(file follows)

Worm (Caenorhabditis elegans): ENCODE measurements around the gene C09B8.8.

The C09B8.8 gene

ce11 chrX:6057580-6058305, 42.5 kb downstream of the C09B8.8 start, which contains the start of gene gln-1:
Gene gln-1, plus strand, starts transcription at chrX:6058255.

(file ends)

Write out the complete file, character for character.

Worm (Caenorhabditis elegans): ENCODE measurements around the gene C09B8.8.

The C09B8.8 gene

ce11 chrX:6057580-6058305, 42.5 kb downstream of the C09B8.8 start, which contains the start of gene gln-1:
Gene gln-1, plus strand, starts transcription at chrX:6058255.